Thursday, January 8, 2015

Wonder Woman Wednesday-On the path to becoming whole

The story is often the same.  Predators seek out young pre-teen boys and girls with risk factors that make them easy to manipulate.  Risk factors often stem from any kind of abuse they experience from the people who are supposed nurture them.  Kids have a deep need to be loved and listened to, and predators know that.  Predators have a network of people who help them discover these children. 

Unlike on television, most human trafficking isn’t like a scene from Taken.  Most sex trafficking victims were not stolen from their beds or drug into a van on their way home from school.  Most of them already have broken spirits and desperately want to be saved.  Several times I have heard trafficking victims recount coming in contact with people who wanted to save them, and they thought, “I’ve already been saved,” because the life they are living as a trafficking victim is a better fate than they lived before.  At least they have a pimp who loves them at the end of the day.  He may be rough, call them every name in the book, beat them, and rape them, but he loves them.  He’s told them he loves them.  In one recent interview for Wonder Woman Wednesday, the girl who didn’t want to be named said her pimp used to say, “I love you so much, you’re gonna make me kill you, aren’t you?”  She believed it.  In her mind, with manipulated thinking patterns, she saw that as the most you could possibly be loved.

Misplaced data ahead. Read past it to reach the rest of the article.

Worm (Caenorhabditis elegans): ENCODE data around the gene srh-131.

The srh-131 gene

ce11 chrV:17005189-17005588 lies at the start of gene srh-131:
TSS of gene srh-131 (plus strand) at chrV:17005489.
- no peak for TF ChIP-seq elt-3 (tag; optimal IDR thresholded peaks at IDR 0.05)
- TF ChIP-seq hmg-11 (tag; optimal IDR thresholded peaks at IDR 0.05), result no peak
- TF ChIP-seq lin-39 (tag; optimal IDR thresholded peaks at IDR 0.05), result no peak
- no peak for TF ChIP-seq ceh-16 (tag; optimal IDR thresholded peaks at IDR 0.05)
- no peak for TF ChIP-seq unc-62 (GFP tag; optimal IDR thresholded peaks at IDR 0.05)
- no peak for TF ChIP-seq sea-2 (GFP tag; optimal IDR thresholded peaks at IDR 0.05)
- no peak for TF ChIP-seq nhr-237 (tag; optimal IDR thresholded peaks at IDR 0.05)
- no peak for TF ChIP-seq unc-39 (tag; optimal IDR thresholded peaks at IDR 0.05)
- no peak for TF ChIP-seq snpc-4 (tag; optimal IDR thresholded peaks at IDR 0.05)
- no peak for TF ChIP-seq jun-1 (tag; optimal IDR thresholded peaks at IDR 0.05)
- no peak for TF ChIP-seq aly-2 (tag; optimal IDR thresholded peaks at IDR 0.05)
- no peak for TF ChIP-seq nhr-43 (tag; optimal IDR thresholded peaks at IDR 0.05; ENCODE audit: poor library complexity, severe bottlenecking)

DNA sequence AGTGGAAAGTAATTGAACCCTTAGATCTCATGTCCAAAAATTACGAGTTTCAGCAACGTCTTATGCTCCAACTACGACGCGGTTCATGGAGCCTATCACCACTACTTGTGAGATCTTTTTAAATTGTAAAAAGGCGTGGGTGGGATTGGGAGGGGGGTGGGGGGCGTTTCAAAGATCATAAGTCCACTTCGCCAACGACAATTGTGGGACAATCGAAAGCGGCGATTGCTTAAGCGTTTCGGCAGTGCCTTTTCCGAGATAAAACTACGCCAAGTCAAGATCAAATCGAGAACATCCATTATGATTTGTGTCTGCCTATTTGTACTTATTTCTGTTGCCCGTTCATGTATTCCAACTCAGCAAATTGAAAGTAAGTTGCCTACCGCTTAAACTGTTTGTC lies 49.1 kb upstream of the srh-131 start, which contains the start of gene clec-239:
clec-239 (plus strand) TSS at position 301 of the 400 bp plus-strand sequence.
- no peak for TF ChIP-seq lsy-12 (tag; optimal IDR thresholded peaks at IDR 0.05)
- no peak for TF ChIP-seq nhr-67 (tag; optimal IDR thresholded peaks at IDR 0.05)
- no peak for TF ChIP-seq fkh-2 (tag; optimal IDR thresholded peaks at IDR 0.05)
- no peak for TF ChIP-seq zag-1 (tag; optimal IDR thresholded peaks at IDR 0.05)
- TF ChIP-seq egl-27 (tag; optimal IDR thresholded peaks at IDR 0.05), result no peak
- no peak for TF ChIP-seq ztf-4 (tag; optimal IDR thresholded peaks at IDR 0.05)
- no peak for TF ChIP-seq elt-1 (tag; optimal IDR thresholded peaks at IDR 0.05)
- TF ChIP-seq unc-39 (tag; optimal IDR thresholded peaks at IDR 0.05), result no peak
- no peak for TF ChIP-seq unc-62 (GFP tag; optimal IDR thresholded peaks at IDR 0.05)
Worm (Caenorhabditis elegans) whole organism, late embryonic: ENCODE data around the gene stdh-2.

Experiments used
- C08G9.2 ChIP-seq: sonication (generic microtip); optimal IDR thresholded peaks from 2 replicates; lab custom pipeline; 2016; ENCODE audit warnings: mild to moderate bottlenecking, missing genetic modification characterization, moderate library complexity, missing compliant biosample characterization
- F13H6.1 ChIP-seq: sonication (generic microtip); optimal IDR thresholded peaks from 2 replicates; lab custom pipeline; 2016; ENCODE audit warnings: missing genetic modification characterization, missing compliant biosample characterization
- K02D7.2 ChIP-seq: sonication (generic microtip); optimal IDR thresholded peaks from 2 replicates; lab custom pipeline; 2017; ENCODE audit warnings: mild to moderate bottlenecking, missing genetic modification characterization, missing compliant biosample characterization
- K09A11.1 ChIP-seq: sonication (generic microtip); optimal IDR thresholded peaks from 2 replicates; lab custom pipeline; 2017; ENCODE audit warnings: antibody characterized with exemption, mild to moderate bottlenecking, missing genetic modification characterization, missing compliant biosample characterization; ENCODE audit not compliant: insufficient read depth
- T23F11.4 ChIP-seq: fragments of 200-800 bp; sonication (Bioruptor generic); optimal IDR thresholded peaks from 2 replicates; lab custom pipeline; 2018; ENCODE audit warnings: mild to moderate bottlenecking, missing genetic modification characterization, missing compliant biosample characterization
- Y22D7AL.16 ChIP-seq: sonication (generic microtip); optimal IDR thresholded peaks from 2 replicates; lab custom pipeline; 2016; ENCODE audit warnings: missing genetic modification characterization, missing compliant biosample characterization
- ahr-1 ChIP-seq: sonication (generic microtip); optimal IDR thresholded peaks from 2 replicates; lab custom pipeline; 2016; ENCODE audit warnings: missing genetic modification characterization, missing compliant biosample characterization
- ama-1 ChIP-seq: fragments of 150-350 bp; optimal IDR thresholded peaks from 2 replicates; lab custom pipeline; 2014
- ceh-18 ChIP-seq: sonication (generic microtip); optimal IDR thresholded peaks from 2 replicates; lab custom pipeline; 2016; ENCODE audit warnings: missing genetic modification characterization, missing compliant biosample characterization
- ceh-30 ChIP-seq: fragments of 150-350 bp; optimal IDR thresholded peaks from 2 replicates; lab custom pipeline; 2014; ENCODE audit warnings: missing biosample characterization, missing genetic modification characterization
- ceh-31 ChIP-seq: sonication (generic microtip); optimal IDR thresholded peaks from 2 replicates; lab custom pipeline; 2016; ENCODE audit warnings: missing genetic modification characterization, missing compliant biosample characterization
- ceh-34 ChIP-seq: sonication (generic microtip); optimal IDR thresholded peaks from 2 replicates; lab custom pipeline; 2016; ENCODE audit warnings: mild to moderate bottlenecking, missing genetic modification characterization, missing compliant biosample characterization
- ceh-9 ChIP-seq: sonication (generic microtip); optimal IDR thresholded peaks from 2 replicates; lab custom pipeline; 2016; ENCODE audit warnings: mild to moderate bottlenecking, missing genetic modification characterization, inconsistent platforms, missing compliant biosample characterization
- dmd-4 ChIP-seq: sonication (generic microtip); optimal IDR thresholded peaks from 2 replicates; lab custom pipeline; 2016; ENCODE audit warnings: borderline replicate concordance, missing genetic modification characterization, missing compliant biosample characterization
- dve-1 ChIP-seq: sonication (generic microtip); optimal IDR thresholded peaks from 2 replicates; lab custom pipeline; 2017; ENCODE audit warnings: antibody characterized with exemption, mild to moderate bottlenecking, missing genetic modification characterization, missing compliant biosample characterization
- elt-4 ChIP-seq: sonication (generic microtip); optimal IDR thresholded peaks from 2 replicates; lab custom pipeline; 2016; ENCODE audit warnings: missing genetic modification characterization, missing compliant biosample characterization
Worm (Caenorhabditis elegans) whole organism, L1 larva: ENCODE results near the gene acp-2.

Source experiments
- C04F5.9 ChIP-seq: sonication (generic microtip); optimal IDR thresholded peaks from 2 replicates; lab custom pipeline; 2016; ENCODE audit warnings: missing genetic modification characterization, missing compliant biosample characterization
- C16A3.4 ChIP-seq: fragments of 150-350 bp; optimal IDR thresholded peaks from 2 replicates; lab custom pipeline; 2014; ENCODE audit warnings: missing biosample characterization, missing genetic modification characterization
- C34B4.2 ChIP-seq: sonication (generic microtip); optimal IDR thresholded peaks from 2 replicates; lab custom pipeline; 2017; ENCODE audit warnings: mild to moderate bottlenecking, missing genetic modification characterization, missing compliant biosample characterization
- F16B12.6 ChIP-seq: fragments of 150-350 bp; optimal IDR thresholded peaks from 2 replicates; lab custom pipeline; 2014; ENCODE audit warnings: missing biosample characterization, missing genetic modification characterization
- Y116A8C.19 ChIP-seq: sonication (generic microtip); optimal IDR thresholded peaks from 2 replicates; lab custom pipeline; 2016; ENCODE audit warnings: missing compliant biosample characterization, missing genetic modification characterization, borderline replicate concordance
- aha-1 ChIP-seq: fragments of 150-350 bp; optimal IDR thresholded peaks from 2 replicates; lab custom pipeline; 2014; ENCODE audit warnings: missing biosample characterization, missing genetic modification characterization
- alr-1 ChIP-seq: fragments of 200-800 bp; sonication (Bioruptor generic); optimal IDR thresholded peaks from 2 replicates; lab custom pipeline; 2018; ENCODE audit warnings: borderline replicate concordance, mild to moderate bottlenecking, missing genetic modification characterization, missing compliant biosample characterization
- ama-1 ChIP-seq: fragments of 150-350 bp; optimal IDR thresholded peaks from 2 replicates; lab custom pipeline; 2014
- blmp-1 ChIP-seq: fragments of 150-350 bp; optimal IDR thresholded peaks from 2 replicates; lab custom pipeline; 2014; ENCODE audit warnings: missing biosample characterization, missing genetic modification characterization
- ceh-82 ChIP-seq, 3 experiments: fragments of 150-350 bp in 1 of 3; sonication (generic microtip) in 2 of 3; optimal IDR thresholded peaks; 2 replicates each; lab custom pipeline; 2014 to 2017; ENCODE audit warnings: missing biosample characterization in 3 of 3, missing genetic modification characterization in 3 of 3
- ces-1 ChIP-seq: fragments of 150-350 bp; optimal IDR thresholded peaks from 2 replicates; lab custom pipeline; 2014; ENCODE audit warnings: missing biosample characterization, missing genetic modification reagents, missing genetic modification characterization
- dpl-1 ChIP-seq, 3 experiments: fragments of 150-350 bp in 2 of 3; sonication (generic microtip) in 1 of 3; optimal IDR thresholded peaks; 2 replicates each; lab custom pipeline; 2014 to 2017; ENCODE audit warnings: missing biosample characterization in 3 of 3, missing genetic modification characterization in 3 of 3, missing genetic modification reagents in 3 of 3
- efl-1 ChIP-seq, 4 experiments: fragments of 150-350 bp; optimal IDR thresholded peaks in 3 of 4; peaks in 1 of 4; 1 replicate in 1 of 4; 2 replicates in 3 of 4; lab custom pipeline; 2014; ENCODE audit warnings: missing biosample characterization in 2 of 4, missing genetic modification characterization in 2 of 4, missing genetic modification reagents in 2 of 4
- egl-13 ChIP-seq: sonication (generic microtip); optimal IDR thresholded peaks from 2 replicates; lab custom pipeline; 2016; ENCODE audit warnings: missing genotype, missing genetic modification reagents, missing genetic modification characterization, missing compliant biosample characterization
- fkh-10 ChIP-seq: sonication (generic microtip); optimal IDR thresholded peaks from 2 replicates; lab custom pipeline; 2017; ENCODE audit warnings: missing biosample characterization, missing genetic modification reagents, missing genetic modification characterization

Lynda Oddo and her dog Ryder
Today I want to introduce you to Lynda Marie Oddo from Yonkers, New York.  Her parents, both drug addicts and alcohol, didn’t place her and her sibling as a priority at all.  One fateful day, they were taken away by the state and placed in separate foster homes.  Lynda was sexually abused in one of those foster homes when she was 6, and she was terrified to say anything.  When she was ten, an aunt and uncle with a loving family finally got her out of foster care and adopted her, but the damage had already been done.  She’d experienced sexual abuse already, started smoking cigarettes at age 7, pot by age 10, and by 13 she was using drugs, so she never felt she fit into this strait-laced family.  She was smart, but behind in school, she skipped classes, then she ran away.  She was a slightly overweight 16-year-old with zero self-esteem, and a desperate desire to be loved.

Lynda had a crush on a man with a hot dog truck named Joseph Defies, who acted like a gangster rapper.  Defeis introduced her to his friend Andy Fakhoury.  The two of them took her to parties, gave her drugs, and eventually, when she knew she would be in trouble at home for a bad report card, she ran away with them to go to a party. 

Joseph Defies on trial for his crimes
The men picked her up and took her to a hotel in Atlantic City where they partied until they passed out.  Lynda was drugged and could barely move when Fakhoury raped her.  She was terrified of him the next day because he acted like nothing had happened.  It happened again, and then Defeis started convincing her to sleep with people for money. 

She did it once, and she told them she would never do it again, but it was too late.  She had nowhere to go, no money to care for herself, and she felt trapped.